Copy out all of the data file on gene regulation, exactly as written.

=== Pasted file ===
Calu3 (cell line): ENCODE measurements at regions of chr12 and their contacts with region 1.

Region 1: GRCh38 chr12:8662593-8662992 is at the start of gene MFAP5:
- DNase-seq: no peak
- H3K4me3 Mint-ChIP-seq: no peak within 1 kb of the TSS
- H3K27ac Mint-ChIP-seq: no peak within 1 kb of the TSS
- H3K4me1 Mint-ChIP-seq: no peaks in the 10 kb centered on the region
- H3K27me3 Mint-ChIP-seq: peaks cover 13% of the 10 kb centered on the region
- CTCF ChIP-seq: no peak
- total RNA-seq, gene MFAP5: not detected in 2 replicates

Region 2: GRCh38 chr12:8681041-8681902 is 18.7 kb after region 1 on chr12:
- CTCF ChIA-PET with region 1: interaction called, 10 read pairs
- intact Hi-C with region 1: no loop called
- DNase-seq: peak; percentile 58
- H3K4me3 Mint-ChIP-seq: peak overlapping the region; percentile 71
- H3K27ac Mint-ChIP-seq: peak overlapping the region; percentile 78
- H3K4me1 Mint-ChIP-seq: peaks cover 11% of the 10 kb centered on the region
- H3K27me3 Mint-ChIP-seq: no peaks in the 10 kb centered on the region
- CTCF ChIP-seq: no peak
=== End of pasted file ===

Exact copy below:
Calu3 (cell line): ENCODE measurements at regions of chr12 and their contacts with region 1.

Region 1: GRCh38 chr12:8662593-8662992 is at the start of gene MFAP5:
- DNase-seq: no peak
- H3K4me3 Mint-ChIP-seq: no peak within 1 kb of the TSS
- H3K27ac Mint-ChIP-seq: no peak within 1 kb of the TSS
- H3K4me1 Mint-ChIP-seq: no peaks in the 10 kb centered on the region
- H3K27me3 Mint-ChIP-seq: peaks cover 13% of the 10 kb centered on the region
- CTCF ChIP-seq: no peak
- total RNA-seq, gene MFAP5: not detected in 2 replicates

Region 2: GRCh38 chr12:8681041-8681902 is 18.7 kb after region 1 on chr12:
- CTCF ChIA-PET with region 1: interaction called, 10 read pairs
- intact Hi-C with region 1: no loop called
- DNase-seq: peak; percentile 58
- H3K4me3 Mint-ChIP-seq: peak overlapping the region; percentile 71
- H3K27ac Mint-ChIP-seq: peak overlapping the region; percentile 78
- H3K4me1 Mint-ChIP-seq: peaks cover 11% of the 10 kb centered on the region
- H3K27me3 Mint-ChIP-seq: no peaks in the 10 kb centered on the region
- CTCF ChIP-seq: no peak